Similar to 3E, the majority of people who investigated a retroclone or original edition did so out of dissatisfaction for the mechanics. A low percentage are looking at retroclones while continuing to support 3E/4E - another publishing point to make note of.
Also, a data note - some people responded to playing 3E/4E, but did not give further details, and some responded that they had tried 3E/4E, but didn't list it as an edition they were playing at the time they made the choice to investigate OED&D/retroclones.
What attracted you to investigate/play an original edition/retroclone D&D?
|It was recommended by a friend||7||6%|
|It was what my game group is playing||10||8%|
|I used to play these games and wanted to "go back"||61||51%|
|I liked the approach of the rules/mechanics||84||70%|
|I liked the philosophy behind the rules/mechanics||81||68%|
|I liked the "feel" (Swords & Sorcery or pulp) of the game||60||50%|
|I was attracted by the amount of "buzz" on the Internet||31||26%|
These data show a clear and consistent picture - the retroclones must hit these notes over and over - approach/philosophy and feel, as well as appealing to those who want to "go back".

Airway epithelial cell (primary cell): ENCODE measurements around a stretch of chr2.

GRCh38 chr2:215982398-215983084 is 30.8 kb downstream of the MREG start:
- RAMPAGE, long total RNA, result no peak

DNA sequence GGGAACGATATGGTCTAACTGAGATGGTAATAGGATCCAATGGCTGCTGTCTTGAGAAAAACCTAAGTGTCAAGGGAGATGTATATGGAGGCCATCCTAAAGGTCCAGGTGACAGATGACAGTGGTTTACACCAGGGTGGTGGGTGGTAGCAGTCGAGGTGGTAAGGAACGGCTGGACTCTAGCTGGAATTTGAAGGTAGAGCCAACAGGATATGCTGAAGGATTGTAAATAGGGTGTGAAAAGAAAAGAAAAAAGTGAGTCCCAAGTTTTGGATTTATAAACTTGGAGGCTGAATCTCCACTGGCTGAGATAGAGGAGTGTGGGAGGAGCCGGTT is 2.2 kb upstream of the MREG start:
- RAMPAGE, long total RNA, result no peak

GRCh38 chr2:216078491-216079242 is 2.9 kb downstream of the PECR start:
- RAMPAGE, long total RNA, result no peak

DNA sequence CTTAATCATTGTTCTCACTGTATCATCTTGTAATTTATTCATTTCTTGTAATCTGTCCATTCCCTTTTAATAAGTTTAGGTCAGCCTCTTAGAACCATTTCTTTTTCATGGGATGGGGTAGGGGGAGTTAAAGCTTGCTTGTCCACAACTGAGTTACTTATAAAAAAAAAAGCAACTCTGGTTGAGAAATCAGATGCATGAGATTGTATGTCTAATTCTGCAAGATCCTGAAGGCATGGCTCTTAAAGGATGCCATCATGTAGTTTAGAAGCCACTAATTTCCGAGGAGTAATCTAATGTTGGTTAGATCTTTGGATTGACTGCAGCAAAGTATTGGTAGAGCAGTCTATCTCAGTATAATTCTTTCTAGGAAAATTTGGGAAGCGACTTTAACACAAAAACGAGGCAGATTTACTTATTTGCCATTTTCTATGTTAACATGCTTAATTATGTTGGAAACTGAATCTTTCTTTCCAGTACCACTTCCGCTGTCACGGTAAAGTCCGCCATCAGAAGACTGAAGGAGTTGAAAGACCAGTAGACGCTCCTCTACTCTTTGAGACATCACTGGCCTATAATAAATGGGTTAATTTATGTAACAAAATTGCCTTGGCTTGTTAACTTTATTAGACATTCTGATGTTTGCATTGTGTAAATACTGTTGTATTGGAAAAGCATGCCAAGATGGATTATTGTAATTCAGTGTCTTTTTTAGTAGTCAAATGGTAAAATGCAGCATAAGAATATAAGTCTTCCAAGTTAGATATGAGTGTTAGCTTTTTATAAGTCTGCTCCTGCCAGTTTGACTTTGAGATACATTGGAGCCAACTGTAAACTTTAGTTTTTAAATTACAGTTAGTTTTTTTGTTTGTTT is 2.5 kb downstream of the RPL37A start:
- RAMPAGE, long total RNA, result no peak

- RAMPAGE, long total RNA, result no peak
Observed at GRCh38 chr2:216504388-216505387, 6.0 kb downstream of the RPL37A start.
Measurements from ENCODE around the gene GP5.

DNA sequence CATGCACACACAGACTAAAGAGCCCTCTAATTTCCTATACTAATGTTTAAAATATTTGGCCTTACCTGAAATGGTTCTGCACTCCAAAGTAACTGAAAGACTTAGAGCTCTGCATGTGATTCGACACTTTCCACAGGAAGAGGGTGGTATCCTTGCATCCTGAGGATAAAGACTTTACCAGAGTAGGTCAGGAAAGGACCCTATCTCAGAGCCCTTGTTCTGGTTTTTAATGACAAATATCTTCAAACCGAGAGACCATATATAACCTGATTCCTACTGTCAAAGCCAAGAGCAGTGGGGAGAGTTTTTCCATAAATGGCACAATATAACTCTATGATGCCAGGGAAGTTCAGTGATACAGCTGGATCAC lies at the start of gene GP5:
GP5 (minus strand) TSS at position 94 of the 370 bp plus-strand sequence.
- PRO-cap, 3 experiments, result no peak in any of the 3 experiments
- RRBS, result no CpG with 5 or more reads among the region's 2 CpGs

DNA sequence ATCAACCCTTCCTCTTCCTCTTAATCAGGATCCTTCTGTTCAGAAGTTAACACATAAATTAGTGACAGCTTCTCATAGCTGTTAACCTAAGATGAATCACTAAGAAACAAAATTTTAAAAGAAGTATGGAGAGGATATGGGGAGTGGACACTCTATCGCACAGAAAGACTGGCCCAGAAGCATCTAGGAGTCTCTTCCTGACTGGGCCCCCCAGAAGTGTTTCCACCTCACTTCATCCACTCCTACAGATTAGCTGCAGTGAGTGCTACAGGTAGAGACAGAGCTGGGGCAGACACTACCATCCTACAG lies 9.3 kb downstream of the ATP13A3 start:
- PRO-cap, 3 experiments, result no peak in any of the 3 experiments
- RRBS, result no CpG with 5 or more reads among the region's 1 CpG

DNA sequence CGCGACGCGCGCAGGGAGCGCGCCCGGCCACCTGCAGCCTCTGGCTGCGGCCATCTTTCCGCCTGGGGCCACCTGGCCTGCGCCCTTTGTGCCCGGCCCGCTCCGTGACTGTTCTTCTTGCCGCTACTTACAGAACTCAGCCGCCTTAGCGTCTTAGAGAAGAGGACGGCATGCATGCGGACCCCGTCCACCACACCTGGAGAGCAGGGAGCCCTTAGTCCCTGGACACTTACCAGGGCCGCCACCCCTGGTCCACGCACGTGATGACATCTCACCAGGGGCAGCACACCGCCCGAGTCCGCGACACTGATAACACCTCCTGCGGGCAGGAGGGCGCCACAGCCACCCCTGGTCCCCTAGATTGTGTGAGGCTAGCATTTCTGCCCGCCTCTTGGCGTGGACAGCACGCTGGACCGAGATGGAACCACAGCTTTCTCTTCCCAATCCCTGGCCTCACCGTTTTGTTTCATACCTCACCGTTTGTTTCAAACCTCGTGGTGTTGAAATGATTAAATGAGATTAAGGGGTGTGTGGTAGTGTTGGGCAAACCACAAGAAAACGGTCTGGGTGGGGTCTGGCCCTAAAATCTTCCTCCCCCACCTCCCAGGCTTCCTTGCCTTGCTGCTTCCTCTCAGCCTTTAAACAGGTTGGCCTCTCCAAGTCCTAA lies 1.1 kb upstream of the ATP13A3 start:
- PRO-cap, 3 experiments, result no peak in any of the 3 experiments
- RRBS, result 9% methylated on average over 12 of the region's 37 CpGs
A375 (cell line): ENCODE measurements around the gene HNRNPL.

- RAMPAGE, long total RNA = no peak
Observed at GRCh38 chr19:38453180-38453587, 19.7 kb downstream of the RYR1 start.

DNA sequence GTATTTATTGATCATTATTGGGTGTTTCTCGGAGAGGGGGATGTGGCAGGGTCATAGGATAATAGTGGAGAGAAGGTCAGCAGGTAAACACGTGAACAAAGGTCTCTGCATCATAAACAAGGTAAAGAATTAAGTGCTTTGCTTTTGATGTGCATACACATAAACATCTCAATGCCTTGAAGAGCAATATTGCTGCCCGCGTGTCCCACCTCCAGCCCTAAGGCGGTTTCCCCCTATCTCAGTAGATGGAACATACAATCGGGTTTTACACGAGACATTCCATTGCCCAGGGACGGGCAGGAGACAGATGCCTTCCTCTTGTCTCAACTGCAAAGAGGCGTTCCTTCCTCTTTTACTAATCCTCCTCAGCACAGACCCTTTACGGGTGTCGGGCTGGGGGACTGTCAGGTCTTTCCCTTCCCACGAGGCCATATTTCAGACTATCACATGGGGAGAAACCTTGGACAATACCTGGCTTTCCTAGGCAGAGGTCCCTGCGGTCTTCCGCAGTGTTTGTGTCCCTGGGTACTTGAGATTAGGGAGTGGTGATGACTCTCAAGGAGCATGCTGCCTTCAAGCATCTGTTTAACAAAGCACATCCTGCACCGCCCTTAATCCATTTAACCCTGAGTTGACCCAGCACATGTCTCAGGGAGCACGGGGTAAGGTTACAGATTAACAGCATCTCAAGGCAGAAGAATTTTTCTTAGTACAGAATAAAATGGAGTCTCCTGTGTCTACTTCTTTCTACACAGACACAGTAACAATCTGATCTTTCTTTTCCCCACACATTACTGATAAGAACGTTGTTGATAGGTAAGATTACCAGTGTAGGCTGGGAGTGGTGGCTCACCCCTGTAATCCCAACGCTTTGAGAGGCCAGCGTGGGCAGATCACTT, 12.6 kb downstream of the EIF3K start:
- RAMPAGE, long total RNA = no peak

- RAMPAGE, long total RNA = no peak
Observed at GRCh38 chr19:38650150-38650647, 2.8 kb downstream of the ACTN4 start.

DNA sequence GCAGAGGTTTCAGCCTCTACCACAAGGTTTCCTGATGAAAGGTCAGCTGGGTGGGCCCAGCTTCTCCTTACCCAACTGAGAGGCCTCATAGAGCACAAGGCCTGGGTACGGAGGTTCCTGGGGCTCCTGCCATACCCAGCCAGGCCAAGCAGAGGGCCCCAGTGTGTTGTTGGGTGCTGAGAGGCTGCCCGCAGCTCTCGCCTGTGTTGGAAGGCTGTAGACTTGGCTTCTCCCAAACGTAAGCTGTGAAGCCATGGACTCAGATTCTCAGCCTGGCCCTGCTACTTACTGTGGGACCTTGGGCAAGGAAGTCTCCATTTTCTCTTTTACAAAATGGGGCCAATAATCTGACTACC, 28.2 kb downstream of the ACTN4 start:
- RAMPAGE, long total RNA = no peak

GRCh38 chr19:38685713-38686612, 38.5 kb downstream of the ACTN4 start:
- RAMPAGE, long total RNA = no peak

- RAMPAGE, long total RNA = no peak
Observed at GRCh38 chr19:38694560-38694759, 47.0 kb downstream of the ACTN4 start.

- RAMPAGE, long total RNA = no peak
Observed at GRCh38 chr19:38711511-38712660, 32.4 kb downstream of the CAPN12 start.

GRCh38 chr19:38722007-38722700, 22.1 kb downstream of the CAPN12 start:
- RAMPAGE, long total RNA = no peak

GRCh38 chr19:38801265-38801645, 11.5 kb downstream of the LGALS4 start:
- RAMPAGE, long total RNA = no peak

I was surprised that buzz, existing groups and recommendations answers were such a low percentage. To me, that means that finding OED&D/retroclones is an individual task which may or may not lead to other people playing those same games as well. Publishers and content writers again should take note - getting people to share these games is an untapped area - and something to look at.
How did you learn about the original editions/retroclones?
|It was recommended by a friend||10||8%|
|It is what my game group is playing||10||8%|
|I already owned my older books||65||52%|
|From a blog||35||28%|
|From a D&D related forum||60||48%|
|From the retroclone publisher's website||34||27%|
Here again, the data show that word of mouth or existing play was not a primary avenue for OED&D/retroclones.